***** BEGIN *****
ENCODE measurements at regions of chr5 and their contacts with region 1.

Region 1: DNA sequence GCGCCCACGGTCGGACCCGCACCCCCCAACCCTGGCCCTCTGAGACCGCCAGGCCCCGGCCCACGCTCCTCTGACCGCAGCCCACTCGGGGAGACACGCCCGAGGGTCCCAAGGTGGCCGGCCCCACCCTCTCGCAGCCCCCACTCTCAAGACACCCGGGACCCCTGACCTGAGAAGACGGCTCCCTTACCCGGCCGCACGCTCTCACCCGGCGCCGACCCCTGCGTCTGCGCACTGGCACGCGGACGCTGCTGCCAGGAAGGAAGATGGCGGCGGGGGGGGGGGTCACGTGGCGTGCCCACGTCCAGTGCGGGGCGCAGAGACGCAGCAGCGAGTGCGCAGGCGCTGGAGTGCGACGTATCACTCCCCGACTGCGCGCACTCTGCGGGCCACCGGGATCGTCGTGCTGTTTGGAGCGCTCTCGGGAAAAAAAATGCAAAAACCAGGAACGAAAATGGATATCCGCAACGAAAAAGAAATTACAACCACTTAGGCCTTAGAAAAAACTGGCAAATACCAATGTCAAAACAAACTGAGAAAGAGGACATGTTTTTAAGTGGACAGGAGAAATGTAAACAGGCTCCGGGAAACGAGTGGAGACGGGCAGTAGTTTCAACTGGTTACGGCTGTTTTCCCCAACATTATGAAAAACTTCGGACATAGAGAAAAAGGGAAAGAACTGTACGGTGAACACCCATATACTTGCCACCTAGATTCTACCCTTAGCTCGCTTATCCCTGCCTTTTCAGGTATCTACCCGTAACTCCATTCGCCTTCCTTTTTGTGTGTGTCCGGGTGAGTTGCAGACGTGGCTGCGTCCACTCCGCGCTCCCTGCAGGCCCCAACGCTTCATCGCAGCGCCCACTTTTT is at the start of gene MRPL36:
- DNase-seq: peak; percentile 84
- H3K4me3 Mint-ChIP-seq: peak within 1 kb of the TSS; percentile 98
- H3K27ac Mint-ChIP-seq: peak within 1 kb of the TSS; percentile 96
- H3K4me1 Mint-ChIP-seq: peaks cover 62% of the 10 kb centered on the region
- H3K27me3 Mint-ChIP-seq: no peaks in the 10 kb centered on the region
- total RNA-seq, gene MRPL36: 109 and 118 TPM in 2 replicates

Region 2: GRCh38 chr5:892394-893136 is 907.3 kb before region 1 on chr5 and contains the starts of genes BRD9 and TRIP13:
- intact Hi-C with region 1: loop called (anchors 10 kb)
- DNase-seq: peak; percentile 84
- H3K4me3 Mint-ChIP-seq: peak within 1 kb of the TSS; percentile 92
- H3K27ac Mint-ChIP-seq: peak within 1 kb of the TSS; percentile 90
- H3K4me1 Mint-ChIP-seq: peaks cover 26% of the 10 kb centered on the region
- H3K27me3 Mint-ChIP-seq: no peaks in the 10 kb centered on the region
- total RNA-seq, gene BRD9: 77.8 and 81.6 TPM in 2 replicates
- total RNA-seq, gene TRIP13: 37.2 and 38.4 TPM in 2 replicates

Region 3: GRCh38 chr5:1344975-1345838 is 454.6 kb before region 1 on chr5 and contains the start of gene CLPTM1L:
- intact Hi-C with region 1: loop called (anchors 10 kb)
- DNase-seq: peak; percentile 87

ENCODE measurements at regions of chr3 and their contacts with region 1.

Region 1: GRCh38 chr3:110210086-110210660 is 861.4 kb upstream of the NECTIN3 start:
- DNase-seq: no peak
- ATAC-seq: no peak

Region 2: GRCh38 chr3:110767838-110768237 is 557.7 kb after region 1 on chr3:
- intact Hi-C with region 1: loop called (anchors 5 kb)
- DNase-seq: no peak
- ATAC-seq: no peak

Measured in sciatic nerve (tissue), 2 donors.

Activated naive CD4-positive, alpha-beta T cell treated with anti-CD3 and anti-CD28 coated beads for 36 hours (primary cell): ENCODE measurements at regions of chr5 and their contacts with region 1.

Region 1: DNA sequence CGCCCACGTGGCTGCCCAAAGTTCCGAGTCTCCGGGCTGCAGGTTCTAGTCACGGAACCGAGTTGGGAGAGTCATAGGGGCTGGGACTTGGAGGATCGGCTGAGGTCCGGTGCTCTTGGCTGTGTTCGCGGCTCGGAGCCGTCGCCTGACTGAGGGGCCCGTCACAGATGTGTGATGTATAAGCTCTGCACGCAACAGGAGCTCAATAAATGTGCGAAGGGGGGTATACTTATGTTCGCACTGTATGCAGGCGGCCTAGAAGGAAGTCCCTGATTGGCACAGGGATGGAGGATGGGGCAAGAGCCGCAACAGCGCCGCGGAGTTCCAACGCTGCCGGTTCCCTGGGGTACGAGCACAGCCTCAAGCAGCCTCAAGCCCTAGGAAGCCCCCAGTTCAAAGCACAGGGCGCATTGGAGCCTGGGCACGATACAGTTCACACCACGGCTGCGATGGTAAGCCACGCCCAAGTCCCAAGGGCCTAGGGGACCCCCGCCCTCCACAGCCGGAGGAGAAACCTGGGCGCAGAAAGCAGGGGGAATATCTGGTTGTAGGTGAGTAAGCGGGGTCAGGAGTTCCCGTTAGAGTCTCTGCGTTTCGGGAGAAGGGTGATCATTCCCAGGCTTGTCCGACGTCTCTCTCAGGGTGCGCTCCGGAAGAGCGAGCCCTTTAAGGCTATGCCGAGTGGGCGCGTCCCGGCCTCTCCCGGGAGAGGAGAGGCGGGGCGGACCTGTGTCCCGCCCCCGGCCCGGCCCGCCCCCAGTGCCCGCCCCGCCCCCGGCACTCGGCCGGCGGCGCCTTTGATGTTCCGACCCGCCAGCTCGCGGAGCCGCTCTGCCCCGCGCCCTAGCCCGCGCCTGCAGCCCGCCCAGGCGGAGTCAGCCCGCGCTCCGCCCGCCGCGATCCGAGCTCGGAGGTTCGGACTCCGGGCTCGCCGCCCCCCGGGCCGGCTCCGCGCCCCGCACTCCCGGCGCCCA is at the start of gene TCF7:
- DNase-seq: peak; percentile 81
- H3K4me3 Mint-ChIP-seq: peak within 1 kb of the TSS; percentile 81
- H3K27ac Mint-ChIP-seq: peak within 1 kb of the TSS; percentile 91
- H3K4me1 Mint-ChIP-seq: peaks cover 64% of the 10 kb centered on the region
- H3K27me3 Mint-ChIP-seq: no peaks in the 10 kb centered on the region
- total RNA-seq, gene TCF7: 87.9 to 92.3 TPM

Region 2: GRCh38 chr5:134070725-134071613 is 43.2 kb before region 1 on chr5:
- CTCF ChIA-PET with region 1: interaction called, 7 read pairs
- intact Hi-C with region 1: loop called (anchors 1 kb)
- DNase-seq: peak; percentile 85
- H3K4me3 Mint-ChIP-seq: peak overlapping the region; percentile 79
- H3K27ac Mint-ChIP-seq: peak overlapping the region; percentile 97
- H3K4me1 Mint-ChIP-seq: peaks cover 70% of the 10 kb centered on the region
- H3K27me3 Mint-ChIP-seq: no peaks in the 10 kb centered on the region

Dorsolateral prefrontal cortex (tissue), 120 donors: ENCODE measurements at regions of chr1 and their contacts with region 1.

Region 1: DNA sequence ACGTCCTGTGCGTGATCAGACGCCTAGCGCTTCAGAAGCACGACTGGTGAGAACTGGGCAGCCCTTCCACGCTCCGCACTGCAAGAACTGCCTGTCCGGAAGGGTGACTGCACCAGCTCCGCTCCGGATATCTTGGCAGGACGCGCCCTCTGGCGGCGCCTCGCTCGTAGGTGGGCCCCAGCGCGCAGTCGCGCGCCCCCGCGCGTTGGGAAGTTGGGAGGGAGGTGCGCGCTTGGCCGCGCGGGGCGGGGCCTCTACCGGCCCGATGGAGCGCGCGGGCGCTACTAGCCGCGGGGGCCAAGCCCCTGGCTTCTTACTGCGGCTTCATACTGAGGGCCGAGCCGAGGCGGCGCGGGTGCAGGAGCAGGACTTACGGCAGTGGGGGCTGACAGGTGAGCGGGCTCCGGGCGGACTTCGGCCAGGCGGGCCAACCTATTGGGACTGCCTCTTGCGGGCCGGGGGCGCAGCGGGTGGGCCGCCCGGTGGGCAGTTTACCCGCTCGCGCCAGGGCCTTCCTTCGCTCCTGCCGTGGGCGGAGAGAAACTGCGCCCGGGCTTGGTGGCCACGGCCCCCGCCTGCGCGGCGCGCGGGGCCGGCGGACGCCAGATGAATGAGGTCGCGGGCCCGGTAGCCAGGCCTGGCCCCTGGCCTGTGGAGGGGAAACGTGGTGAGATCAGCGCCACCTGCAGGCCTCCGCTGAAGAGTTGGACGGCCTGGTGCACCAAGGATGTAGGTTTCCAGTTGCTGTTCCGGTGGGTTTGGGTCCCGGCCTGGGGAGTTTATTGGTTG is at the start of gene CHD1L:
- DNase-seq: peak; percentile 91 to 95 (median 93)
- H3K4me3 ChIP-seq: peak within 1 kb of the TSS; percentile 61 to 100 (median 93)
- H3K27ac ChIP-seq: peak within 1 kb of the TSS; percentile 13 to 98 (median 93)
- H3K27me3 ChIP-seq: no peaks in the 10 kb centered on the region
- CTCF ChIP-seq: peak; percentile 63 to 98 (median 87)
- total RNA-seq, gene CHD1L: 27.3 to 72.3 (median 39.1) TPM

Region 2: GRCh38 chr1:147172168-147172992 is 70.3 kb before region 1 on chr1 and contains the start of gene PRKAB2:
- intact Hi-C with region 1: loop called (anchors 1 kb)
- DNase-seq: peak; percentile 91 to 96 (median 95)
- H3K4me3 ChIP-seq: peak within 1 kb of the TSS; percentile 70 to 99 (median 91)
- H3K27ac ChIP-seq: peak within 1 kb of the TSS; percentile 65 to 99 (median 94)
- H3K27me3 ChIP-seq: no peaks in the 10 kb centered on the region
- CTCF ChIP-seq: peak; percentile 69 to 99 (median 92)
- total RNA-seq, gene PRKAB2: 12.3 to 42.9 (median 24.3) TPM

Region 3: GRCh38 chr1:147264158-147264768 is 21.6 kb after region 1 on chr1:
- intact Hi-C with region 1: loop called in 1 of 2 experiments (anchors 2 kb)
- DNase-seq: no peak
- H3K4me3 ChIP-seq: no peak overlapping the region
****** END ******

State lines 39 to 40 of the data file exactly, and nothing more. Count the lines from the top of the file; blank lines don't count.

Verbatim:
- CTCF ChIA-PET with region 1: interaction called, 7 read pairs
- intact Hi-C with region 1: loop called (anchors 1 kb)